When you are looking at an amp rack (or four), it allows for very quick troubleshooting. It's accurate enough for that - just!

-Chris
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Old 16th November 2011, 10:04 PM   #6
Audi O is offline Audi O  United Kingdom
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OK, so I know that this thread was started over 6 years ago & is probably no longer of interest to the original posters!......(but...)

I found this thread whilst searching for an answer to the same question, "how to calibrate my (similar) ZM-104". I could see that there are 5 preset potentiometers inside the meter which most likely are there in order to facilitate calibration, but I was reluctant to start adjusting them without some reassurance from another source. In particular, I needed to know which 3 of the 5 pots were used to adjust the 3 switchable ranges.

I got my hopes up towards the end of this thread, only to find that, disappointingly, no-one posted back with any info - so my trawl through the vast depths of the internet for an answer continued!

After wading through numerous sites which either just sold the meter, or reproduced the irrelevant but rather useful application sheet written by Syn-Aud-Con & found on the TOA website;

http://www.toaelectronics.com/downlo...SAC_ZM-104.pdf

I eventually struck gold & found the zm-104 service manual, which contains a circuit diagram &, in section 4, the much sought after calibration instructions.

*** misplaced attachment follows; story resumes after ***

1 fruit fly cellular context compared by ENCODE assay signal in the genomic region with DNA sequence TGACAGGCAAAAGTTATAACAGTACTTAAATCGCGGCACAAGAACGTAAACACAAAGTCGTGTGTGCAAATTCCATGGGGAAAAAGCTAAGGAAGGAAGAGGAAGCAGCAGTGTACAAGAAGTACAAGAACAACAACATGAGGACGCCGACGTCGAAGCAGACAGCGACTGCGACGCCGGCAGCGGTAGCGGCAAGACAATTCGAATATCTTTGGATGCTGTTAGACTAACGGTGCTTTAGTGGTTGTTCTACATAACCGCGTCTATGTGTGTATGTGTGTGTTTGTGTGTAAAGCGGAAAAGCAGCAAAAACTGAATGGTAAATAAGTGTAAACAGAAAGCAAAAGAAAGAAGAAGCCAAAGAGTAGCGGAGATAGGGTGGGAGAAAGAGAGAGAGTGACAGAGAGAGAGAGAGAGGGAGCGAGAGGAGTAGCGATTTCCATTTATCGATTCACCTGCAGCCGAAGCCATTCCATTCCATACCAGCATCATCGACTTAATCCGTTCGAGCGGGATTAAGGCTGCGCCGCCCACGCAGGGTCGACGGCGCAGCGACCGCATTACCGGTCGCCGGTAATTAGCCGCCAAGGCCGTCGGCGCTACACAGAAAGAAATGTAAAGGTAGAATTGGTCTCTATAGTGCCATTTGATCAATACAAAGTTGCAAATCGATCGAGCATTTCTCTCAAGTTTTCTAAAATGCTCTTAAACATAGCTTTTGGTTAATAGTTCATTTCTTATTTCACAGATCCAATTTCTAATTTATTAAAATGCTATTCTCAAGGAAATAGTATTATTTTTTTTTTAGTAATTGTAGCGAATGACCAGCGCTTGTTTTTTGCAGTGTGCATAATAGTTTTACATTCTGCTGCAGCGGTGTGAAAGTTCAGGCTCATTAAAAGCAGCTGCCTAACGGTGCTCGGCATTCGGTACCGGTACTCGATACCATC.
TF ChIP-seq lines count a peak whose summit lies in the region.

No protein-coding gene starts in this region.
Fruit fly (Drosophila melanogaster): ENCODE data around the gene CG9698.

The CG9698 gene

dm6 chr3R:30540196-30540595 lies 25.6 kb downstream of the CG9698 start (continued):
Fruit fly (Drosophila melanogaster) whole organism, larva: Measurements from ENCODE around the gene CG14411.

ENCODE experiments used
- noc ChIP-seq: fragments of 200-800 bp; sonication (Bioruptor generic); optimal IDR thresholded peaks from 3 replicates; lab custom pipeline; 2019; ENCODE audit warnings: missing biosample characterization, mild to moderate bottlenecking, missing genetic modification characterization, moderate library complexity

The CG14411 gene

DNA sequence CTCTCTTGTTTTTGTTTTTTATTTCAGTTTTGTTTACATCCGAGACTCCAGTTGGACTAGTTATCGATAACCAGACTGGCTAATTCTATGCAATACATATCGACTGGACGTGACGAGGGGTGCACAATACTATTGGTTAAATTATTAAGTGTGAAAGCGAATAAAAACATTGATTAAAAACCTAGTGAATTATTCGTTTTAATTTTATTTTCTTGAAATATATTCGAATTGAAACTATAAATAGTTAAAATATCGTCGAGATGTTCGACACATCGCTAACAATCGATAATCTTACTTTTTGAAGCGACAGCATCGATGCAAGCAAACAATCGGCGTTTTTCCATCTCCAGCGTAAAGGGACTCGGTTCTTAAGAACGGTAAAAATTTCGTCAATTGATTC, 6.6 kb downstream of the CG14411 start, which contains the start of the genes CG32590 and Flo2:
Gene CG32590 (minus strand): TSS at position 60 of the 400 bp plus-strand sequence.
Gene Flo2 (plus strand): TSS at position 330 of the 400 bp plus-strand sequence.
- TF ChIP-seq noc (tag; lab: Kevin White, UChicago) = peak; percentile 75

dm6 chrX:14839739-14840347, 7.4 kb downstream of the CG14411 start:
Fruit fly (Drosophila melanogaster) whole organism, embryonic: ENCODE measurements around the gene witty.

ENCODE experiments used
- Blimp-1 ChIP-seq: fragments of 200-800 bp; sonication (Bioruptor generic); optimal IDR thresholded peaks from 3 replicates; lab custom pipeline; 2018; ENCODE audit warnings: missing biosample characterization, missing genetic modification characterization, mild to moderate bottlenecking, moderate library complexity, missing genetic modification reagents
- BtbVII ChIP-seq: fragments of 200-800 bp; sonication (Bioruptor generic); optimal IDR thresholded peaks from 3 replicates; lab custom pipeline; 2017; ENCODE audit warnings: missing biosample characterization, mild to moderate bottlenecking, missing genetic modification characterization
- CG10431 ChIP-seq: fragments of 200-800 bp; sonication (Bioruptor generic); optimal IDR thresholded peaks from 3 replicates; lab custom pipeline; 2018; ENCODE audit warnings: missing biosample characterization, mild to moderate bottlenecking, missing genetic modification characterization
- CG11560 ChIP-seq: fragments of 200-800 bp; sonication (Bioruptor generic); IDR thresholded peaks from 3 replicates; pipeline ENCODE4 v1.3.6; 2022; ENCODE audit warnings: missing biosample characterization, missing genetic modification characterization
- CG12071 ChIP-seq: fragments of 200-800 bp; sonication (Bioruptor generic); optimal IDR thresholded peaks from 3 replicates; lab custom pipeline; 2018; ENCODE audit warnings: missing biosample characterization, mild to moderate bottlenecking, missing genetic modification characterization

In case anyone else, like me, comes upon this thread looking for the calibration info, here is where I found it. The manual is free, & the download link is towards the bottom of the page. Enjoy!
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Old 16th November 2011, 11:09 PM   #7
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It doesn't download for me.
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Old 16th November 2011, 11:29 PM   #8
Audi O is offline Audi O  United Kingdom
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Quote:
Originally Posted by Original Burnedfingers View Post
It doesn't download for me.
Strange. It works fine for me, & I also notice that it has been downloaded a couple of times since I last posted here, so I assume that others have had no trouble. I could have posted the direct download link here, but the webmaster may not like it, so I just linked to their webpage.

Just to be sure you are doing it right....

Right-click on the text "To download the file, please, click here !". Then click "Save Target/Link As".

Any more problems let me know, & I'll sort out something else.